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Domestic violence, child custody and the rebuttable presumption

For any number of reasons, many Louisianans find themselves in an abusive relationship. The abuse itself can take many forms, including emotional and physical, and the severity can also range widely. However, domestic violence of any kind is unacceptable, and those subjected to it should seek legal assistance to put it to a stop. But how can domestic violence affect a victim's children?

Domestic violence may certainly come into play when child custody becomes an issue. In Louisiana, state law provides a rebuttable presumption that awarding sole custody or joint custody to a perpetrator of domestic violence is not in the best interests of the child, if certain conditions exist. In order to initiate the presumption, a parent who is the victim of domestic violence must show that there is a history of family violence. This element can be satisfied by showing that there has been more than one instance of domestic violence, or that there was one instance that resulted in serious injury.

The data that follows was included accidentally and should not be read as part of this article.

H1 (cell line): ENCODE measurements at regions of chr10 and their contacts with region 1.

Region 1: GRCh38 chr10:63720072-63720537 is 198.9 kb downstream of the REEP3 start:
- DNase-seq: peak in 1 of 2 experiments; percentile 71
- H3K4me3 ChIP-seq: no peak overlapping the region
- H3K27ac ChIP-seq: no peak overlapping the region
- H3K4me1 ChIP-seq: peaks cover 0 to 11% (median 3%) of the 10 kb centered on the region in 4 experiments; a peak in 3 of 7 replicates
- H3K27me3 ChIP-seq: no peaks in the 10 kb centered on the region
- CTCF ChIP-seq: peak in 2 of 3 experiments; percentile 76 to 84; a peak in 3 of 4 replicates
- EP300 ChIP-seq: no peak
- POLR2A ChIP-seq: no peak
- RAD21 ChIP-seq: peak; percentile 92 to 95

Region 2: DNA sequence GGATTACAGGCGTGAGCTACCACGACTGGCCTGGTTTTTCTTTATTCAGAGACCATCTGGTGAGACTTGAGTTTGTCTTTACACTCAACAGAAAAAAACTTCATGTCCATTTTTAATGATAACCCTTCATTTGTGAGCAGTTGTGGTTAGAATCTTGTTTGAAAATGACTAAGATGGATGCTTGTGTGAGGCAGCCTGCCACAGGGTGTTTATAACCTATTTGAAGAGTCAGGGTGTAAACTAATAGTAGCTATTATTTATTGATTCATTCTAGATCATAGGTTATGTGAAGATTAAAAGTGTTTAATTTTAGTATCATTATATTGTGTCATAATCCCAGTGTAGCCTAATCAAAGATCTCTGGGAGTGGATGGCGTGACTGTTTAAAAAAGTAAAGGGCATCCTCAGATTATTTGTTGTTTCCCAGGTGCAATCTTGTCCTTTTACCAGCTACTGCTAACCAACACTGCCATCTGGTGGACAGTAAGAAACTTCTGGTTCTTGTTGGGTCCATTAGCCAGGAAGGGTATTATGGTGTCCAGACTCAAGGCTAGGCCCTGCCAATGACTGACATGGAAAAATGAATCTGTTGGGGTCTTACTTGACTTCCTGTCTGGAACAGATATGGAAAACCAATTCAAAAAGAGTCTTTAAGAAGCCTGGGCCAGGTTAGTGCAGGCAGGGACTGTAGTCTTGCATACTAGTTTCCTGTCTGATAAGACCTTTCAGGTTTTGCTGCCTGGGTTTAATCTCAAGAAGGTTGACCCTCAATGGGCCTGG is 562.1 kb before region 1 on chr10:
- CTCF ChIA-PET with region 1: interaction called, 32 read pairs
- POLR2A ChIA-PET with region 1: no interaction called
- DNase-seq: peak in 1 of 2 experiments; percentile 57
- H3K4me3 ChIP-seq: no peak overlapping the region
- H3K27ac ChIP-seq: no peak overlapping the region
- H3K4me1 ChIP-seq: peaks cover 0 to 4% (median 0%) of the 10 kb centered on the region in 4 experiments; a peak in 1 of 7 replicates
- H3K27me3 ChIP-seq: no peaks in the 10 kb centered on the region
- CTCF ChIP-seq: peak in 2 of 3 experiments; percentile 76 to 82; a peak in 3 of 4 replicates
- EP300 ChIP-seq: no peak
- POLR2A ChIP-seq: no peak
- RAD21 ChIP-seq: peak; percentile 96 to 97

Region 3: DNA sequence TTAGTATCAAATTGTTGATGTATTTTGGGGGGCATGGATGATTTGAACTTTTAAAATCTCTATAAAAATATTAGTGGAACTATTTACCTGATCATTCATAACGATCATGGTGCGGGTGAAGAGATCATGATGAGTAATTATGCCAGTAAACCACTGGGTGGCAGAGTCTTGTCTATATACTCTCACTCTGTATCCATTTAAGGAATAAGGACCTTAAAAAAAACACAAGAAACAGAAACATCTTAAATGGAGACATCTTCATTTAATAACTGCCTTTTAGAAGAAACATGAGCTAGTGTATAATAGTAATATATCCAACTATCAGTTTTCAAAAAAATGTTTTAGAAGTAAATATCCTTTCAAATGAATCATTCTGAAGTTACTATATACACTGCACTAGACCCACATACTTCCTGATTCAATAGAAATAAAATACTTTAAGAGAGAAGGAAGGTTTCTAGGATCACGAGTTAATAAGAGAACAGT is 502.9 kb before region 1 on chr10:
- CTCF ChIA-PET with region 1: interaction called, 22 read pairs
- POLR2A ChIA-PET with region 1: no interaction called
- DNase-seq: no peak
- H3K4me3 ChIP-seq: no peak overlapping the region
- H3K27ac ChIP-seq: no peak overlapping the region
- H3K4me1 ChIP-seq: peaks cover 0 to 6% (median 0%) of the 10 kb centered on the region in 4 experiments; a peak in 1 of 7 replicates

However, since this is a rebuttable presumption, the parent who is the alleged perpetrator of domestic violence may provide proof in an attempt to rebut. In order to do so successfully, that parent must show, by a preponderance of the evidence, several factors, including that he or she is not abusing drugs or alcohol, has completed a program of treatments and that the perpetrator's participation in the child's life supports the best interests of the child.

This blog post is merely a brief explanation of how the law applies in these situations, and should not be construed as legal advice. The law, in fact, is much more nuanced, which can give rise to many legal challenges. With that in mind, those facing challenging child custody issues may benefit from discussing the matter with an experienced family law attorney.

Source: National Council of Juvenile and Family Court Judges, "Rebuttable Presumption States," accessed on Oct. 30, 2015

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